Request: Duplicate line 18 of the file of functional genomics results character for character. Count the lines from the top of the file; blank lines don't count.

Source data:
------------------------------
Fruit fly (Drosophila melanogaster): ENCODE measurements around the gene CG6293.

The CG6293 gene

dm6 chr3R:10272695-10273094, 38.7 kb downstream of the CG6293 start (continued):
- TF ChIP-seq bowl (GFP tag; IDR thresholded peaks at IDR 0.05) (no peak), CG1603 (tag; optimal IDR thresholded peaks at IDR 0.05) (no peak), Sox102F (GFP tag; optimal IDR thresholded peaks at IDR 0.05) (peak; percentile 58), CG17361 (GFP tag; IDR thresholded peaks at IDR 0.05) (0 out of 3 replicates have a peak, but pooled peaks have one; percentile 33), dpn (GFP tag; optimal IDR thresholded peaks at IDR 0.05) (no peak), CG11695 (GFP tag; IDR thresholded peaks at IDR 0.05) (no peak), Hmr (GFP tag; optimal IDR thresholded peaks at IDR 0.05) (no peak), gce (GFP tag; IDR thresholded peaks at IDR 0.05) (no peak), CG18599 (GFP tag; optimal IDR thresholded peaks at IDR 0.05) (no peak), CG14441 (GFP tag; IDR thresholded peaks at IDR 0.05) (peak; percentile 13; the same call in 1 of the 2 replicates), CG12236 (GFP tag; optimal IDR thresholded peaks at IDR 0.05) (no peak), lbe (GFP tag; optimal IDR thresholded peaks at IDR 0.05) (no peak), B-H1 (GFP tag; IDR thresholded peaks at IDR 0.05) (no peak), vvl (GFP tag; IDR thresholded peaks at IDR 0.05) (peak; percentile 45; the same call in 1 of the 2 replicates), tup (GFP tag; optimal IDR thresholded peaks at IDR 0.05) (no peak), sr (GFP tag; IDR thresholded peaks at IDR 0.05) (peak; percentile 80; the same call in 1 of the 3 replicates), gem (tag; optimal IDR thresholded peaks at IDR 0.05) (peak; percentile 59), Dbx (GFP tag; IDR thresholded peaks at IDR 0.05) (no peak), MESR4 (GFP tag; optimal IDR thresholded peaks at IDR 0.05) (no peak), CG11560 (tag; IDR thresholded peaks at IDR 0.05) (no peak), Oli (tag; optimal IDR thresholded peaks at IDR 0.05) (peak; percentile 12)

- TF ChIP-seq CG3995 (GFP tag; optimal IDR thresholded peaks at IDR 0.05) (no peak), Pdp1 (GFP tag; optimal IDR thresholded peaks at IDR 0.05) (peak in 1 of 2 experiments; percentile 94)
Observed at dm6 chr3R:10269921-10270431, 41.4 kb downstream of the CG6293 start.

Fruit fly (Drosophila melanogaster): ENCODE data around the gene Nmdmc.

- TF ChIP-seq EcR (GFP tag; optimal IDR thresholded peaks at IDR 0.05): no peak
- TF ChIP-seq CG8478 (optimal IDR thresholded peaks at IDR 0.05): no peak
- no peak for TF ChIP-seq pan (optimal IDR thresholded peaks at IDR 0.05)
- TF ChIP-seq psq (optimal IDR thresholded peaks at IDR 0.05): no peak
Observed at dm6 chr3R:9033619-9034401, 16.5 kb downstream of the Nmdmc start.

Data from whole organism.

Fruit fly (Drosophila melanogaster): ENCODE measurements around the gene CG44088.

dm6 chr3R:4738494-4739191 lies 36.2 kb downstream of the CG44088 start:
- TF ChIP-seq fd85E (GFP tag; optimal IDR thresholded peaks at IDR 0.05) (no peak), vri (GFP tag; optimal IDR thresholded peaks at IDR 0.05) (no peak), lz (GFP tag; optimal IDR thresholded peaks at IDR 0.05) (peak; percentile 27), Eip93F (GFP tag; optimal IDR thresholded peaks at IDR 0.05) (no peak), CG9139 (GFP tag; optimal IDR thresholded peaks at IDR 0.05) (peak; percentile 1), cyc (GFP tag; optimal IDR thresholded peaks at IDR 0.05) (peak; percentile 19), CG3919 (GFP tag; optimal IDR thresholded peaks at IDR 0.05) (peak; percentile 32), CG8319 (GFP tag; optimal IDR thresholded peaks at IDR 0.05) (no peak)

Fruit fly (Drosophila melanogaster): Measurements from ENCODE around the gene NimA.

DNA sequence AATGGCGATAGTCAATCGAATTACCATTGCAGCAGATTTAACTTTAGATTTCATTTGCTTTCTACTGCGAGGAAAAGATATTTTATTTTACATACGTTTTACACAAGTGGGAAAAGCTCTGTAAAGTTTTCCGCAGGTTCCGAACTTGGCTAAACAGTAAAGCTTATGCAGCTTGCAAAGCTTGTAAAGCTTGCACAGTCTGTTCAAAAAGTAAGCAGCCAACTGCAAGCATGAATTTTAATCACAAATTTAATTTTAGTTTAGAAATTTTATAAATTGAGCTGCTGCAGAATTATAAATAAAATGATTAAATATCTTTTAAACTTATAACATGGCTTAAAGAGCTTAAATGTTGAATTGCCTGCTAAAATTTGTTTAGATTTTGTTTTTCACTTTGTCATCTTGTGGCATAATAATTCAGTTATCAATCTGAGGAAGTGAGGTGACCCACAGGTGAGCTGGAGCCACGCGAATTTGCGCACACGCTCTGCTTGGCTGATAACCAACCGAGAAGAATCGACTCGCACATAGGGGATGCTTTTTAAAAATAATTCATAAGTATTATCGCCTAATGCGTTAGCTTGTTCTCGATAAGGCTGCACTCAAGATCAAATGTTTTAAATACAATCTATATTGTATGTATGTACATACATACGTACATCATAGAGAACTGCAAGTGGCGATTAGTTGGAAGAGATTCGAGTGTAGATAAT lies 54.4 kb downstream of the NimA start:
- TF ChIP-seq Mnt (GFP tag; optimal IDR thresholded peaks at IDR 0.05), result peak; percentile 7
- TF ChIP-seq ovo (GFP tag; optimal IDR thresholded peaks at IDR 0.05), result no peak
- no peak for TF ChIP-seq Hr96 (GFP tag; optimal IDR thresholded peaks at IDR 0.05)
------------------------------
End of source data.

DNA sequence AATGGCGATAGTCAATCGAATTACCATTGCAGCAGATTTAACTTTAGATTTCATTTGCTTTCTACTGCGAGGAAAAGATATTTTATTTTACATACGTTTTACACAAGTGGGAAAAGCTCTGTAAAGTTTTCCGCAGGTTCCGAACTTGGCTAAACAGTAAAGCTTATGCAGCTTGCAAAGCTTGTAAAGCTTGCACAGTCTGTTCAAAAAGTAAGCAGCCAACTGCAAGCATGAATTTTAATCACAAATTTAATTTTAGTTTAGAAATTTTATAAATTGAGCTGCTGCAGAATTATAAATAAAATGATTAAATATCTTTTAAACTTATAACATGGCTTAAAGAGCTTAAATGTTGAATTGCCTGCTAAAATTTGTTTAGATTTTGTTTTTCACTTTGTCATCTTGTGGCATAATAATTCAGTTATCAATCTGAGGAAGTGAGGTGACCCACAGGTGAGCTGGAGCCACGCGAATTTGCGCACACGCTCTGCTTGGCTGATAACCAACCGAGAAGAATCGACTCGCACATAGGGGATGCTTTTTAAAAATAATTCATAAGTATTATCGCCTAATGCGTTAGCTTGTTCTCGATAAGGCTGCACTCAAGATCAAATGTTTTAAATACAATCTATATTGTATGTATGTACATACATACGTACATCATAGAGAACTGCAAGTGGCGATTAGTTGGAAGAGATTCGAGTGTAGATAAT lies 54.4 kb downstream of the NimA start: